"But, if wrong in this, the sheriff undoubtedly has some discretion in the matter. For reasons which appear good and satisfactory to him, he may refuse a bid, or, having accepted it, he may before the transaction is closed repudiate the same or authorize its withdrawal and resell the property. [Citing cases.]

"Appellant's counsel seem to think that the case is ruled by Downard v. Crenshaw, 49 Iowa [296], 299. But a reading of that decision will show that it is distinguishable. In that case the officer did nothing, except to make a return of the facts into court. He did not consent to the withdrawal of the bid, nor did he resell the property. Under such a record we held that a second execution and sale was unauthorized and invalid. This distinction is pointed out in the Reese case, supra [Reese v. Dobbins, 51 Iowa 282, 1 N.W. 540], and also in the Harpham case. Some language used in the opinion in the Downard case seems to support appellant's contention; but it is pure dictum, and was in no way essential to the conclusion reached. * * *

"The sheriff was an agent for the defendant Cooper, as well as for the other parties, and he in virtue of statutory authority treated the bid and sale as a nullity, and so reported to the court. As he could not have enforced the bid, neither may the defendant Cooper. A number of respectable authorities hold that in no event may an execution defendant bring action to enforce a bid at sheriff's sale. [Citing cases.] A few of the cases, holding to the affirmative are in states having the reformed procedure, while some of them are not. We need not at this time decide which is the proper rule for this state, as the sheriff under our statute had the undoubted right under the showing here made to treat the first bid as a nullity and to resell the property. When he did this, there was no other bid to enforce."

See, also, Fuson v. Connecticut General Life Insurance Co., 53 Iowa 609, 6 N.W. 7, wherein an execution creditor was allowed to withdraw the bid made by his agent under a mistake as to his authority and the property was resold.

In both State Bank v. Brown, and Fuson v. Insurance Company, the bid made at the first sale was by the execution creditor. In both of these cases the sheriff allowed the bid to be withdrawn, and the ground for withdrawing the bid was mistake on the part of the bidder. The mistake in each case was made by the attorney or agent of the execution creditor, but we can see no reason why a mistake of the execution creditor himself, if it be an honest mistake and not a subterfuge, should not have the same effect as if made by another acting in his behalf. These cases clearly establish the proposition that the sheriff has some discretion, and that he can allow a bid to be withdrawn and treat the sale as a nullity, without the consent of the judgment debtor. In neither the Downard case nor the Harpham case, cited by appellee, was there any evidence to show that the bid was made because of a mistake. In both of these cases the return stated that the land had been sold to the execution creditor, and in neither of them was there any evidence to show that the sheriff had consented to a withdrawal of the bid and to treat the sale as a nullity. In the case before us, however, we think the evidence clearly establishes that the bid made at the first sale was made under a mistake of fact as to the property included in the sale; that the execution creditor, upon discovering his mistake, promptly refused to carry out his offer and withdrew his bid; and that the sheriff consented to such withdrawal and did treat the sale as a nullity.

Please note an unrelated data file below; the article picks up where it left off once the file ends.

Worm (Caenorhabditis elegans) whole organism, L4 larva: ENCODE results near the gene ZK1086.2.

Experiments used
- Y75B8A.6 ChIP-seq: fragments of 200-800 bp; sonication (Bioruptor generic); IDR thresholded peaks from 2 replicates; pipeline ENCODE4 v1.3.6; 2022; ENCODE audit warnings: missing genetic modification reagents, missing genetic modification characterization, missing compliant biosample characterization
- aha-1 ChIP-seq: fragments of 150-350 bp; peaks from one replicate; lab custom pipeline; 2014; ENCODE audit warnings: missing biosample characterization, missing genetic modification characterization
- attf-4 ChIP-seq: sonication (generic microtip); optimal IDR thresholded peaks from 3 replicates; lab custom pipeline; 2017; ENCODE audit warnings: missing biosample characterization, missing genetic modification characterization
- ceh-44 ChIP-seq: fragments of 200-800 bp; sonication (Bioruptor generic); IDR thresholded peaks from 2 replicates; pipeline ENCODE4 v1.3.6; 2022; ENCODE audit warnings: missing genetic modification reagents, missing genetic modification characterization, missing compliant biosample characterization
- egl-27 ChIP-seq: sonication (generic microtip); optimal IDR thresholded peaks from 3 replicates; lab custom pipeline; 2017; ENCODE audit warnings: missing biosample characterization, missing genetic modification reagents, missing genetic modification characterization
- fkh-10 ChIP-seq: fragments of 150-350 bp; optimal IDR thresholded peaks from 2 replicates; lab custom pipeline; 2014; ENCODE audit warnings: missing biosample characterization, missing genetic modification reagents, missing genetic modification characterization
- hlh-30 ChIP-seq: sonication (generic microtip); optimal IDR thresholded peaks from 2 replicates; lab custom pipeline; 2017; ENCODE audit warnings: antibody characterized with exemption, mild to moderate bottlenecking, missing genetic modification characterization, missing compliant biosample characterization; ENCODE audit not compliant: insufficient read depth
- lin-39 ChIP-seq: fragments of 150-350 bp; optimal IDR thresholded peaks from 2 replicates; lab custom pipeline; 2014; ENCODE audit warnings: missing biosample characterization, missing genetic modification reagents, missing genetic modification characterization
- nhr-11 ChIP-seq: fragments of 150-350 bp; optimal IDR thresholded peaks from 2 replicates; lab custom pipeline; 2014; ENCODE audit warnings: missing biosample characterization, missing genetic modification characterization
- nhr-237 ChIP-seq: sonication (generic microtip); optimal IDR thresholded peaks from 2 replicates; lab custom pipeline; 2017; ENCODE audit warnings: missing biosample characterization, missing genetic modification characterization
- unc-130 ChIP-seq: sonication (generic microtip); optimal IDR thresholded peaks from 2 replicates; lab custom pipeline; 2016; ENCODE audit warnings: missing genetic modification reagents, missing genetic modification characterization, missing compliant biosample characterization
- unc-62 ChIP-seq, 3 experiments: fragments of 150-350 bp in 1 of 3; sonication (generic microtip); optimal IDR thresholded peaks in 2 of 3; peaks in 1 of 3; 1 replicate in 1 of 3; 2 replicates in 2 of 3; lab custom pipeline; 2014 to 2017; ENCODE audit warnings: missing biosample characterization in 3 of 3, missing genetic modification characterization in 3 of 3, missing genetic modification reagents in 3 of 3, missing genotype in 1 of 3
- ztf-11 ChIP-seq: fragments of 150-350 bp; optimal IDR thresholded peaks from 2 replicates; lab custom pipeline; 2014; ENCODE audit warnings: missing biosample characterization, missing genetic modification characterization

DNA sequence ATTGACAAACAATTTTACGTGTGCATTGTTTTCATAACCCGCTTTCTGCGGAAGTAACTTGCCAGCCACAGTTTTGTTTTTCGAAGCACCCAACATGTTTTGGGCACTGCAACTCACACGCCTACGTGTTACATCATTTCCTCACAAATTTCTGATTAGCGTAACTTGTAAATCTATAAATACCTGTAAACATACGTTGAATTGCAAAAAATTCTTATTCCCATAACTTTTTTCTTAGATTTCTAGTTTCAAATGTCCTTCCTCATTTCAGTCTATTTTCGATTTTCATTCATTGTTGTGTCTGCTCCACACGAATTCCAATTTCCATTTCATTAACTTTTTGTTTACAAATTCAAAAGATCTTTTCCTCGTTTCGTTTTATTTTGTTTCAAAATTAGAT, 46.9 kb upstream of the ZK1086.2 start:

Appellee contends that it is not only unfair to her, but establishes a dangerous precedent to allow the appellant to withdraw his bid merely because he concludes that he bid too much for the property. We do not think the facts of this case warrant the conclusion that the bid was withdrawn merely because Windell concluded that he had bid too much. There is nothing in the evidence that causes us to believe that appellant's withdrawal of his bid was made for any other reason than that he had made a serious mistake as to the property included in the execution. There is nothing in the circumstances attending the sale and withdrawal of the bid, the return of the first execution, or the issuance of the new execution, that appears in any way to have misled appellee or to furnish a basis for estoppel, and no estoppel is pleaded. Appellee alleges that if Windell be not compelled to satisfy the judgment and costs she will suffer irreparable injury, but, so far as we can see, the only injury she will suffer will be that she will not have the judgment against her satisfied by compelling the owner of the judgment to accept property of the value of about one-half of the amount of the judgment in full payment thereof. This is an action in equity, and we are unable to see on what equitable ground the appellee is entitled to the relief which she seeks.

The decree of the trial court is reversed. — Reversed.

KINTZINGER, C.J., and all Justices concur.